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Backup Power for Electric Bed | Universal Transfer Switch

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Posted in: General

Backup Power for Electric Bed

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  • walterdbn

    Hi, anyone have information on the questions I asked in my previous post?
    Thanks

  • walterdbn

    Hello,
    I am disabled and use an electric bed designed for home use. It comes with a backup battery pack that holds 3 9volt batteries in case the power goes out when the head of the bed is sitting up and needs to be lowered.

    As I live in Florida with hurricanes and intermittent power outages. I want a battery backup with more power and duration than the 9volt.

    I am not sure which backup unit to get, the Back-UPS or Smart-UPS. I don't like the Smart-UPS as when the power goes out, a fan within the unit goes on and drains the power out of the battery. I can not reach the power button on the UPS when this happens and I would quickly lose all the charge.

    Then there is the issue of the Wave Form type. Will "Stepped approximation to a sinewave" work for me? Remember, this bed was designed to work off of three 9volt batteries, so I'm hoping the stepped sinewave will work for me and I will not need a true Sine Wave.

    What do you think?

  • 1organizer

    Walter - how have you resolved your issue?
    I am in the same situation and would like to buy a Smart-Ups for my Mom's electric hospital bed in case of power outages.
    Any advice is appreciated : )
    - FLA

  • Erasmus
    This discussion is marked as answered

    walterdbn wrote:
    Hello,
    I am disabled and use an electric bed designed for home use. It comes with a backup battery pack that holds 3 9volt batteries in case the power goes out when the head of the bed is sitting up and needs to be lowered.

    As I live in Florida with hurricanes and intermittent power outages. I want a battery backup with more power and duration than the 9volt.

    I am not sure which backup unit to get, the Back-UPS or Smart-UPS. I don't like the Smart-UPS as when the power goes out, a fan within the unit goes on and drains the power out of the battery. I can not reach the power button on the UPS when this happens and I would quickly lose all the charge.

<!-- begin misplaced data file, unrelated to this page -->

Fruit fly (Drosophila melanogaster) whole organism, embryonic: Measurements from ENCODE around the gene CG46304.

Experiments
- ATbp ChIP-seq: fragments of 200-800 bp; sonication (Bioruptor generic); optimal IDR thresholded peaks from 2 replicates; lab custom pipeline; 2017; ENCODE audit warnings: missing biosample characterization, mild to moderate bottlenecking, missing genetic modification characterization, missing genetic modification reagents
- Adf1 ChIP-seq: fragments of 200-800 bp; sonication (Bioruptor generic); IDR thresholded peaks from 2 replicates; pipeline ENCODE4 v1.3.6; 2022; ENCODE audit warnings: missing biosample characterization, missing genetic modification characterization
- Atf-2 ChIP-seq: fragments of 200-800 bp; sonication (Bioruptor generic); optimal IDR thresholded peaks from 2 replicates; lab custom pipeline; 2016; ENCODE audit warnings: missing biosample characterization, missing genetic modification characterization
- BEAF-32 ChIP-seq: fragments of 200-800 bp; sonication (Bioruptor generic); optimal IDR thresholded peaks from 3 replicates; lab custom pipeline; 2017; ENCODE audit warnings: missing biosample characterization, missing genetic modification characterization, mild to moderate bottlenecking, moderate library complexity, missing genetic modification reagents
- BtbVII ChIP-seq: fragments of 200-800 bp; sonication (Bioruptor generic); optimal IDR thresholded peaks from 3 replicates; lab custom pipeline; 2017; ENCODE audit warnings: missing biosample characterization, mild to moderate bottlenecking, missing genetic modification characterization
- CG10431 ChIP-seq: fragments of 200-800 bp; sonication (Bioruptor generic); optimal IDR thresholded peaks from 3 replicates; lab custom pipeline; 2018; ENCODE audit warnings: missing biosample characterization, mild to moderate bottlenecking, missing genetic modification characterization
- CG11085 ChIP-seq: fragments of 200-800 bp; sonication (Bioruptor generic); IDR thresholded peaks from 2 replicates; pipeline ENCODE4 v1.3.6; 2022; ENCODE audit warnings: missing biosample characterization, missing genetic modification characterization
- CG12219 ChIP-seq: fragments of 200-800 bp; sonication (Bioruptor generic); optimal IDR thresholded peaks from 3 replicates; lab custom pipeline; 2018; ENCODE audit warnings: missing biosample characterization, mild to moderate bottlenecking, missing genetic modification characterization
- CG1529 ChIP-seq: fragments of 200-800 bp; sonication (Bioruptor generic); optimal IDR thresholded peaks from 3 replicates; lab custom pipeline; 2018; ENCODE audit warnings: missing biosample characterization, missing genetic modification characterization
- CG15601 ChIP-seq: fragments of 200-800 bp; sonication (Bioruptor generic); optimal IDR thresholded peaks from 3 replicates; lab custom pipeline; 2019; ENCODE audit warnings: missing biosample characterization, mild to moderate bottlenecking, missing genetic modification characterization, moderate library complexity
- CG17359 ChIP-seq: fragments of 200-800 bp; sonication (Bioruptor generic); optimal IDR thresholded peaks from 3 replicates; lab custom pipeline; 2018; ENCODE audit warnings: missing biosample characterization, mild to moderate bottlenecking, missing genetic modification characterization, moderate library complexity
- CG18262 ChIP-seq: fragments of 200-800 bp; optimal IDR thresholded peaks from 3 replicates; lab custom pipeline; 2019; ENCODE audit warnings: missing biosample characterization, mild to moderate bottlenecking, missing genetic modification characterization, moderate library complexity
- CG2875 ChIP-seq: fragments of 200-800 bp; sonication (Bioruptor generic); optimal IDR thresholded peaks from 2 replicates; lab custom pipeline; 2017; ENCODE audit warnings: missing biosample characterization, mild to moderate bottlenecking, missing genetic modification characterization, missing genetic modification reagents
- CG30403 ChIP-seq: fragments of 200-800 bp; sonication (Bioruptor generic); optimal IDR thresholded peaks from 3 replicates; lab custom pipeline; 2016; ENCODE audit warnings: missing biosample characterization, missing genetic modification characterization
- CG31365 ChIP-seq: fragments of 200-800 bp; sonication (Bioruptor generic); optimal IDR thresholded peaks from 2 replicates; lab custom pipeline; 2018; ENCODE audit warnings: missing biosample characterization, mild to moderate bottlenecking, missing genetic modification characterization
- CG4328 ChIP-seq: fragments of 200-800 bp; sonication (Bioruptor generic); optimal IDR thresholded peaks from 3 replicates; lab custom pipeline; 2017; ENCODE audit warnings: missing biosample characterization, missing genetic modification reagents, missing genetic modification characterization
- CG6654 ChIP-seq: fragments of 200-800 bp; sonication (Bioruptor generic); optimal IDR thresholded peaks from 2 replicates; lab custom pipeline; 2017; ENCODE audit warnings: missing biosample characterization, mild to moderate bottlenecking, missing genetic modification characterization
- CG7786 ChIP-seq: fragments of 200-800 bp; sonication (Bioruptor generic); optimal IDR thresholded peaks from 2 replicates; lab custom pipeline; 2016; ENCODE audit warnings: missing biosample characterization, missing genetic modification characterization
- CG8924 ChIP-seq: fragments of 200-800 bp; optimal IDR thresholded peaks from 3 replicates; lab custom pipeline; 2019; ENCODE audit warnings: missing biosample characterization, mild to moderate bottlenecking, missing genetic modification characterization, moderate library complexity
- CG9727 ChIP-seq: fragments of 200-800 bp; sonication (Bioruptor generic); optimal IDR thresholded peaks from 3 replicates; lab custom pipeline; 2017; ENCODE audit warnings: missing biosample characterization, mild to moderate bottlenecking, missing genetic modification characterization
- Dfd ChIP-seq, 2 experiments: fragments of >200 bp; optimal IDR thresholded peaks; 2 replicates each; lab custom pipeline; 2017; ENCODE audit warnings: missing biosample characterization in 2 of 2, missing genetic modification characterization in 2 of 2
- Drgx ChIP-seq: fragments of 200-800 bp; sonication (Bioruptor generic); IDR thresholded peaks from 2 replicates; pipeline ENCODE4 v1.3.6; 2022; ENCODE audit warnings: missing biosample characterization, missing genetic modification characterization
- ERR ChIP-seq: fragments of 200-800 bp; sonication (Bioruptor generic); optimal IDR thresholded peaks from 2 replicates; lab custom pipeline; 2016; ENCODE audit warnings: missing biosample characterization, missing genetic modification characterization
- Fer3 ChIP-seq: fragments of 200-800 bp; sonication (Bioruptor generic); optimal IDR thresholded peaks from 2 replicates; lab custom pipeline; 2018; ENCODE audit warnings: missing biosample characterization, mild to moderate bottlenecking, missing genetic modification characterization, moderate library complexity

Then there is the issue of the Wave Form type. Will "Stepped approximation to a sinewave" work for me? Remember, this bed was designed to work off of three 9volt batteries, so I'm hoping the stepped sinewave will work for me and I will not need a true Sine Wave.

    What do you think?
    Walter,

    I assume this bed uses a motor of some kind to raise/lower itself? What kind of plug does the bed use to get power from a wall outlet?

    Assuming the bed does use a motor load and uses a normal three prong outlet, I think your best option would be a Smart-UPS unit. If you are referring to the fan inside the Smart-UPS unit itself, this does not detract from the battery backup time of the UPS. Some Back-UPS units also have fans. Cooling fans are necessary for large VA-sized units due to the amount of power that passes through them, and depending on the model design, to cool a larger battery. When comparing two equal VA-sized Smart-UPS and Back-UPS, the Smart-UPS will almost always have a little more runtime at a given wattage rating.

    In reference to the sine wave form, I recommend a Smart-UPS unit because Smart-UPS units are known to work better with motor-based loads or loads that have higher inrush current characteristics. A pure sine-wave output is also not going to trip sensitive loads, like a stepped approximated wave sometimes can. Keep in mind that without the exact power specifications and knowledge of the bed you are using it's harder to make a recommendation, but I believe a Smart-UPS unit will guarantee the best performance.

    If in doubt...you could have a friend/family member go to a store that allows full monetary returns, and buy a Back-UPS unit, test it, then return it if you have a problem with it after a day or two of using the bed, and testing the adjustments.

  • walterdbn
    This discussion is marked as answered

    Hi Erasmus,
    Thank you for your thorough response and all the information.

    Yes, the bed does have a small motor and it has a standard 3 prong plug. I got the following info off the side of the motor case to try to determine how much power it draws:
    24 Volts DC
    Max 3.6 Amps

    Can the above be used to figure this out?

    Basically, I need something that will power this motor for about 30 seconds at a time, two or three times a day and hopefully for a few days - in case a bad hurricane comes through. You mentioned that the fan in the larger units will not draw down the battery backup time. But over a few hours or a day or more, won't it draw down power then?

    Walter

  • Erasmus
    This discussion is marked as answered

    Sorry for the delay!

    The fan on the unit draws a minimal amount of power, and is not enough to be an additional factor beyond our existing runtime calculations.

    However, regardless of the presence of a fan on the UPS or not, our UPS' are not meant to be used in the same function as a generator, i.e. for multiple days of power supply. Based on the specs you have given, you would need a prohibitively large/expensive UPS to be able to get multiple days of power in an emergency situation. Our units would be great if you just had a lot of 30 second interruptions in power during the course of a day, and then continued with normal wall power the remainder of the day, but if you require the UPS to be on battery for days then I would have to suggest a generator instead.

  • Kevkwas
    This discussion is marked as answered

    Hello, you ever get anything for your electric bed?? 

    Thanks Kevin 

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